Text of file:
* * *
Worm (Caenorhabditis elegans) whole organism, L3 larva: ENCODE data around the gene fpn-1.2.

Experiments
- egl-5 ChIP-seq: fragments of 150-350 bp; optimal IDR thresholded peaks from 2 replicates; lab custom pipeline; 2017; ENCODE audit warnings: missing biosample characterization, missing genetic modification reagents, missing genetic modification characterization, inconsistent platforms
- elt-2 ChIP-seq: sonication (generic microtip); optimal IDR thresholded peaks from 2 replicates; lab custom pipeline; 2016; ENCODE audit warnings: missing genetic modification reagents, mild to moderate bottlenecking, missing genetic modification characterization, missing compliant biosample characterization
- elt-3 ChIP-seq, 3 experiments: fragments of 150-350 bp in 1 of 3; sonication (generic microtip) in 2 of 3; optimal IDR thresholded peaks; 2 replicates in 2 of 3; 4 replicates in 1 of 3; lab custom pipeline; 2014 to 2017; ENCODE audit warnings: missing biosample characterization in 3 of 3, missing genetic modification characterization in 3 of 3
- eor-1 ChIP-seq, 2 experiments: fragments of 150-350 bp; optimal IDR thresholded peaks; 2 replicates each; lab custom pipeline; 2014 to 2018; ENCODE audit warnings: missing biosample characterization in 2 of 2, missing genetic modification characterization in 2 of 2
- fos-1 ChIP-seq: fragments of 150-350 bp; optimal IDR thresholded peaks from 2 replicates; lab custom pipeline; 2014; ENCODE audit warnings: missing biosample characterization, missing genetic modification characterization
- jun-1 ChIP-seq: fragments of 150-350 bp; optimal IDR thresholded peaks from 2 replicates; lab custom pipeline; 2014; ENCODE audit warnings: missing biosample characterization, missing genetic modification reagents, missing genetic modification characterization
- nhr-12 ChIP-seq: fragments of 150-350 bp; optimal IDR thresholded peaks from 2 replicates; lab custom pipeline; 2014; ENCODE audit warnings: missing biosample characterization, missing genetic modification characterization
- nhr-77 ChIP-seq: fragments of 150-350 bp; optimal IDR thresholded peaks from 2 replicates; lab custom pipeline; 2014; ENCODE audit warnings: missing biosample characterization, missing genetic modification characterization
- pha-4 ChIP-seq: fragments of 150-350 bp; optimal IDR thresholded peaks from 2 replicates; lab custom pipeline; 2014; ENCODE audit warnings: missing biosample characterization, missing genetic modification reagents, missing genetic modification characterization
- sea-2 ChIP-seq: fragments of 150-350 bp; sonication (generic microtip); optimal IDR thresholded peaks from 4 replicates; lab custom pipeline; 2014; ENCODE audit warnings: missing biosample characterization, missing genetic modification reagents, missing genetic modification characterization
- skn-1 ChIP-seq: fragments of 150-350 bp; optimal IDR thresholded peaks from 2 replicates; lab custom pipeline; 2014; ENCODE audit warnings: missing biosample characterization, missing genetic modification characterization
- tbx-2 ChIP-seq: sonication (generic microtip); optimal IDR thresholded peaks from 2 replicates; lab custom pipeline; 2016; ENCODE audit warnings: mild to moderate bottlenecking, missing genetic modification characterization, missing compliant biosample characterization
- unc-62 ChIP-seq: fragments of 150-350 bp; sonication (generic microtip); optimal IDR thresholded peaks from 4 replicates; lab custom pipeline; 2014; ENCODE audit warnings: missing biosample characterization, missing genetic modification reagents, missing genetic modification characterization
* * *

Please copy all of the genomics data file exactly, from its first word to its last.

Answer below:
Worm (Caenorhabditis elegans) whole organism, L3 larva: ENCODE data around the gene fpn-1.2.

Experiments
- egl-5 ChIP-seq: fragments of 150-350 bp; optimal IDR thresholded peaks from 2 replicates; lab custom pipeline; 2017; ENCODE audit warnings: missing biosample characterization, missing genetic modification reagents, missing genetic modification characterization, inconsistent platforms
- elt-2 ChIP-seq: sonication (generic microtip); optimal IDR thresholded peaks from 2 replicates; lab custom pipeline; 2016; ENCODE audit warnings: missing genetic modification reagents, mild to moderate bottlenecking, missing genetic modification characterization, missing compliant biosample characterization
- elt-3 ChIP-seq, 3 experiments: fragments of 150-350 bp in 1 of 3; sonication (generic microtip) in 2 of 3; optimal IDR thresholded peaks; 2 replicates in 2 of 3; 4 replicates in 1 of 3; lab custom pipeline; 2014 to 2017; ENCODE audit warnings: missing biosample characterization in 3 of 3, missing genetic modification characterization in 3 of 3
- eor-1 ChIP-seq, 2 experiments: fragments of 150-350 bp; optimal IDR thresholded peaks; 2 replicates each; lab custom pipeline; 2014 to 2018; ENCODE audit warnings: missing biosample characterization in 2 of 2, missing genetic modification characterization in 2 of 2
- fos-1 ChIP-seq: fragments of 150-350 bp; optimal IDR thresholded peaks from 2 replicates; lab custom pipeline; 2014; ENCODE audit warnings: missing biosample characterization, missing genetic modification characterization
- jun-1 ChIP-seq: fragments of 150-350 bp; optimal IDR thresholded peaks from 2 replicates; lab custom pipeline; 2014; ENCODE audit warnings: missing biosample characterization, missing genetic modification reagents, missing genetic modification characterization
- nhr-12 ChIP-seq: fragments of 150-350 bp; optimal IDR thresholded peaks from 2 replicates; lab custom pipeline; 2014; ENCODE audit warnings: missing biosample characterization, missing genetic modification characterization
- nhr-77 ChIP-seq: fragments of 150-350 bp; optimal IDR thresholded peaks from 2 replicates; lab custom pipeline; 2014; ENCODE audit warnings: missing biosample characterization, missing genetic modification characterization
- pha-4 ChIP-seq: fragments of 150-350 bp; optimal IDR thresholded peaks from 2 replicates; lab custom pipeline; 2014; ENCODE audit warnings: missing biosample characterization, missing genetic modification reagents, missing genetic modification characterization
- sea-2 ChIP-seq: fragments of 150-350 bp; sonication (generic microtip); optimal IDR thresholded peaks from 4 replicates; lab custom pipeline; 2014; ENCODE audit warnings: missing biosample characterization, missing genetic modification reagents, missing genetic modification characterization
- skn-1 ChIP-seq: fragments of 150-350 bp; optimal IDR thresholded peaks from 2 replicates; lab custom pipeline; 2014; ENCODE audit warnings: missing biosample characterization, missing genetic modification characterization
- tbx-2 ChIP-seq: sonication (generic microtip); optimal IDR thresholded peaks from 2 replicates; lab custom pipeline; 2016; ENCODE audit warnings: mild to moderate bottlenecking, missing genetic modification characterization, missing compliant biosample characterization
- unc-62 ChIP-seq: fragments of 150-350 bp; sonication (generic microtip); optimal IDR thresholded peaks from 4 replicates; lab custom pipeline; 2014; ENCODE audit warnings: missing biosample characterization, missing genetic modification reagents, missing genetic modification characterization